Saturday was Free Comic Day! In celebration, here is a review of French Milk, a graphic novel by Lucy Knisley
Simon & Schuster, 2007
By REBECCA, May 7, 2012
Lucy is really the only character that we get to know. She’s a bit melancholy and extremely invested in food, drink, art, and feelings.
When you’re a graphic artist and you spend a month in Paris, what do you do? You keep a graphic journal and publish it when you’re done, of course!
Lucy and her mom have rented an apartment in Paris for the month of January, 2007, to celebrate her mom’s 50th birthday and Lucy’s 22nd. They spend most of their time eating, drinking, and wandering around Paris looking at stuff. Since this is a journal, it takes us through the trip day by day, so it mainly focuses on the details of what they ate and drank, where they went, and what they saw. This makes for a sensory smorgasbord of meats, cheeses, pickles, cakes, spirits, cigarettes, rain, and music. If, like me, you enjoy reading about such things, or about Paris in general, you will be delighted by the feeling of immediacy that Knisley’s scenes evoke. (Note: better eat before reading or you’ll be sadly disappointed at the non-Parisian state of your refrigerator when you become hungry halfway through.)
My favorite thing about French Milk is that although Lucy is in Paris for a month eating and drinking delicious things (god, I’m so hungry now), she still gets in funks, misses her boyfriend, gets annoyed with her mom, has cramps, and generally feels out of place in the world. And, while in moments she could come off as an asshole to those of us not in Paris, it mostly adds texture to what might otherwise be a pretty superficial trip. She has that feeling of being privileged to do something that she’s not fully appreciating: that feeling of “I’m in Paris on vacation so I should be happy but my stupid brain is intruding with my real personality and preventing the word vacation from being synonymous with bliss.” You know that feeling, right?
what was the book’s intention? did it live up to that intention?
To celebrate Lucy’s birthday, her father comes to Paris to visit and she and her parents go to Père Lachaise cemetery so Lucy can pay homage to Oscar Wilde, who’s buried there. Lucy talks a lot about Wilde—he’s an apt interlocutor for her journal, which is so invested in physical pleasures, art, and aesthetics. But, while French Milk is mostly delightful drawings of food and wanderings around Paris, the funks that Lucy gets in from time to time begin, by the middle of the book, to touch on real depression: fears of her impending college graduation, anxiety that she won’t be able to find a job, insecurity about her self-worth as an artist. So, woven throughout this story of a Parisian adventure are the real world concerns of a woman in her early twenties trying to find where she belongs.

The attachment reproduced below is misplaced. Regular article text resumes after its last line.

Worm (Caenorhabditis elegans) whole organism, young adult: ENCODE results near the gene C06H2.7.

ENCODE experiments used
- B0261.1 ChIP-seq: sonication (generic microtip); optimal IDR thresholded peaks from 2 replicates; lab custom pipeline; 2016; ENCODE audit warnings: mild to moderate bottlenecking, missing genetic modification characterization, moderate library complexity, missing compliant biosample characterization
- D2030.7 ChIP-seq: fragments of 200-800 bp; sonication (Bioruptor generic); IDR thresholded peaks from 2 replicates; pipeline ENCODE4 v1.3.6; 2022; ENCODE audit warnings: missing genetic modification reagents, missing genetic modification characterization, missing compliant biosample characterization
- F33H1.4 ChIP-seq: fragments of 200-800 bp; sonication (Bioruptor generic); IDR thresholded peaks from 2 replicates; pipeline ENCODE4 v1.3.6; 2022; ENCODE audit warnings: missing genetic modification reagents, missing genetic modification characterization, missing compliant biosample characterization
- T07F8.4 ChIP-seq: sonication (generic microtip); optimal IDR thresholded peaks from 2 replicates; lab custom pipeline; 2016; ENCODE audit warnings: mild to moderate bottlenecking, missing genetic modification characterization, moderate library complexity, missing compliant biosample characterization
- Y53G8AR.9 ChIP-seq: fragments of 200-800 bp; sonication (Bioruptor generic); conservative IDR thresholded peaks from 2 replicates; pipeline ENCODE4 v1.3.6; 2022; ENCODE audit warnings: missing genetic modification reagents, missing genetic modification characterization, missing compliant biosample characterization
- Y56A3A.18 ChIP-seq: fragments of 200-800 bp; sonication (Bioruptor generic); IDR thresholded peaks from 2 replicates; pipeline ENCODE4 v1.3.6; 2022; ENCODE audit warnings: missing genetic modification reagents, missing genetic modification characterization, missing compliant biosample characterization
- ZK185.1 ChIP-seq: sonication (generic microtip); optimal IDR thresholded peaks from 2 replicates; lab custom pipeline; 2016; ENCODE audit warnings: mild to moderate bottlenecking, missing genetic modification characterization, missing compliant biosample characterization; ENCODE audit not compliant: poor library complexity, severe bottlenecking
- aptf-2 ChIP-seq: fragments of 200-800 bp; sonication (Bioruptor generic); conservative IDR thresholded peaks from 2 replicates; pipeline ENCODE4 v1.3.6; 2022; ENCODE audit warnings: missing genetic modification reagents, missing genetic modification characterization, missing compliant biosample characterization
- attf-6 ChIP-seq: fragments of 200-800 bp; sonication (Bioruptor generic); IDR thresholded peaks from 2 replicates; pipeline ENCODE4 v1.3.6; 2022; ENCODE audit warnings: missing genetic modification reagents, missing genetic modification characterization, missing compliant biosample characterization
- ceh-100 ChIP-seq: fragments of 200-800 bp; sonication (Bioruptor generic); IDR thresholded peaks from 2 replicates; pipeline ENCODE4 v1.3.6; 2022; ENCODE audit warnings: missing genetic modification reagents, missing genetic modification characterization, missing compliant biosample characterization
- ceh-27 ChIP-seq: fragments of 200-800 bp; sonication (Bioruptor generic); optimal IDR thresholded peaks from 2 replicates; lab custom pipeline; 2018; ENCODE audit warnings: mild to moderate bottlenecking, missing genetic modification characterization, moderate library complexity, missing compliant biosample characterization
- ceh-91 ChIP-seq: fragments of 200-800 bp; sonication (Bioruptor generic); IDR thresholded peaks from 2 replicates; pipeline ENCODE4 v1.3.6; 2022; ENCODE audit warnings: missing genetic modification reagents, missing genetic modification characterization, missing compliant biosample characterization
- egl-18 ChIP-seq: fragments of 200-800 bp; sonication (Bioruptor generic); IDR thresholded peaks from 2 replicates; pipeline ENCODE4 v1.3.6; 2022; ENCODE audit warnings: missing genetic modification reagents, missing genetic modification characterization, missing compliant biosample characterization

The strength of French Milk’s journal format is the specificity of Lucy and her mother’s experiences—that cheese, this painting, that bridge, these buildings. That immediacy drew me in and made me feel like I, too, was in Paris for a time, along with all my senses. That format was French Milk’s biggest weakness, too, I think. Because the book was stuck in the realism of what things happened when, it never quite opened up into being more than one woman’s experience with things in a highly unusual setting. Whereas sometimes travel shines a light on the feelings of alienation or belonging that a writer always feels but cannot quite capture when in familiar territory, in French Milk those feelings become so specific as to seem a bit solipsistic.
The frontispiece of the book says that French Milk “deals with the valuable and significant influence that we take from our mothers, as well as my own struggle toward adulthood at an age when we so desperately cling to our adolescence.” This is true, in moments, but the journal format doesn’t leave Knisley any room to shape those themes into more affecting art, instead leaving them where they lie. That makes French Milk, for me, an escape piece—more travel writing (drawing) than creative nonfiction. And that isn’t a bad thing; far from it. I thoroughly enjoyed my trek through the streets and foods of Paris—even though I don’t care for milk.
The one moment that French Milk lost me was this page when Lucy and her mom learn of Saddam Hussein’s execution but then find “humanity redeemed” when they eat good cookies (66):
I think this is actually a very realistic reaction. So much of the book upholds a Wildean aestheticism (a celebration of taste food, drink, sensuality), though, that the use of taste in this instance—to redeem acts of cruelty and violence—made the rest of the book feel a bit more . . . superficial?
Everything Is Its Own Reward: An All Over Coffee Collection by Paul Madonna (2011). “All Over Coffee” began as a column of Paul Madonna’s that first appeared in the San Francisco Chronicle. It pairs Madonna’s stunning ink wash drawings with musings about the places he visits, from San Francisco to Tokyo to Paris. Gorgeous!
Procured from: library